So you’ve popped the question, or you’re just about to? Congratulations. Got the ring yet? What’s that? It’s just another piece of jewellery? Oh boy, you really need to read on for the Rules of Engagement.
If he’s already popped the question, or you’re just hoping he’ll ‘do the honourable thing’, or you’re considering making an ‘honest man’ of him yourself (after all this is a leap year), whatever the scenario there’s one important thing you need to consider. The Ring. The diamond engagement ring as we know it has been around since the 1400s. And whether you’re proposed to or not ladies, I think it’s important to stick with tradition here. So, before you go any further, girls – and boys – here are our top tips for The Rules of Engagement.
1. The Rules of Engagement – Trick or treat?
First thing is to decide whether your girlfriend will really appreciate having a surprise ring foisted upon her. Popping a ring onto her finger may be the traditional way to propose, but most girls will have been daydreaming about the style of engagement ring they want for ages. And most women would prefer having some say in what sort of ring they get. Buy her a rock that’s too small and she’ll think you’re tight; splash out on a 3 carat monstrosity and she’ll think you’re vulgar. Don’t take the risk. Just let her choose, OK? On the plus side, what woman is going to turn down a proposal that’s accompanied by the words ‘and you can choose any ring you want’?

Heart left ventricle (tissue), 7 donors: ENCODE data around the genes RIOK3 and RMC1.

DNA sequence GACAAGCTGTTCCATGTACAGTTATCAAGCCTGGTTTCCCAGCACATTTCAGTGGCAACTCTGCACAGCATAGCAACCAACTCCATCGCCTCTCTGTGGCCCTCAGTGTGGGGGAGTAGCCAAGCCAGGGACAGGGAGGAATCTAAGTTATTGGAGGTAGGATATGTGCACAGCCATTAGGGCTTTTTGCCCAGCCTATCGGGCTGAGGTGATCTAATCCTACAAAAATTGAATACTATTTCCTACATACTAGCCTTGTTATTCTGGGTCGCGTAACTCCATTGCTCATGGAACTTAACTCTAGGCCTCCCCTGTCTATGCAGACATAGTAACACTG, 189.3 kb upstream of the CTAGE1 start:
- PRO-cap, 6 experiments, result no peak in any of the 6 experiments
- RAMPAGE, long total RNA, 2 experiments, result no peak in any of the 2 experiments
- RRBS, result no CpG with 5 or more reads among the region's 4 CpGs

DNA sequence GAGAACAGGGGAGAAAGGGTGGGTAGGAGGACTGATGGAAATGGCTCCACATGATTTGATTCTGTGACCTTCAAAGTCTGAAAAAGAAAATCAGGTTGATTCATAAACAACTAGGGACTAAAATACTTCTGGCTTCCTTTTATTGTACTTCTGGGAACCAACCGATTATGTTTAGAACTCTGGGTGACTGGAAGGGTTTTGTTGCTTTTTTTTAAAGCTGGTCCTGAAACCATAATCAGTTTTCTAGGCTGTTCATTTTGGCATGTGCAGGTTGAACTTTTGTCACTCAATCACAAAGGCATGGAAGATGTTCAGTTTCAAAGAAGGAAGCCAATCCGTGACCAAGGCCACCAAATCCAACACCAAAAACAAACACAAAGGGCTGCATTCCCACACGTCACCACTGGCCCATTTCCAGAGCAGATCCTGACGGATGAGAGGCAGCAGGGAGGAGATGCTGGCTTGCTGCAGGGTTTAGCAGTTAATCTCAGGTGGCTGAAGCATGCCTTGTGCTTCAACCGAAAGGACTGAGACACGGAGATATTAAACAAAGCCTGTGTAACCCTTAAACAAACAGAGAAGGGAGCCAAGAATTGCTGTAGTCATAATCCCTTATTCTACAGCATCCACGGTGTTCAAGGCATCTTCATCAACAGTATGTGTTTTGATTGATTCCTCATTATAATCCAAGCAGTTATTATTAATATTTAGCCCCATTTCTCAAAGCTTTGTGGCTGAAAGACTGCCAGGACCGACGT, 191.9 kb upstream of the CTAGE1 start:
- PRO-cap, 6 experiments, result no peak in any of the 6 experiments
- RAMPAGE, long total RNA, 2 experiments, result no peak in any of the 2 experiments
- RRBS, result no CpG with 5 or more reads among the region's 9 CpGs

2. The Rules of Engagement – Size does matter
However, if you are planning a surprise then nab one of your future intended’s rings, preferably one she wears on her ‘ring finger’ so you can get a good fit. Don’t worry too much though because most jewellers will be happy to alter it if the ring you choose does turn out to be too small or too big. If you’re getting a ring made to your own design many jewellers will suggest handing over a plain band and then letting you and your fiancée finalise the design together. That way everyone will be happy. You’ve done the romance bit and she gets to be involved in the creative process too.
3. The Rules of Engagement – Just like granny’s
If you’re an old-fashioned sort of guy and want to hand over your grandmother’s engagement ring you will probably want to get the stone re-set in a more modern setting and the band adjusted to fit. But get the OK from other family members first who might have other ideas.
4. The Rules of Engagement – Diamonds are a girl’s best friend
Diamonds are traditionally the most popular stone for engagement rings. This is because the diamond’s scarcity and durability is supposed to symbolise the constancy of your love for one another. Aaah sweet. Sapphires come a close second (though this didn’t work for Charles and Diana), followed by rubies and emeralds. But ultimately the choice is yours (and your wallet’s).
5. The Rules of Engagement – Remember the four Cs
The Diamond Four Cs stand for cut, carat, colour and clarity. When you delve into the world of diamonds you can feel like you need a PhD to make sense of it all. It can be mind-boggling – and doubly so when you’re shelling out a small fortune on a tiny bit of rock. But do your homework before you hit the shops and you shouldn’t go far wrong. Most of all relax. This is supposed to be enjoyable. If you both like the ring, the price is right and you’re buying from a reputable retailer there’s really no need to have nightmares over cubic zirconia fakes.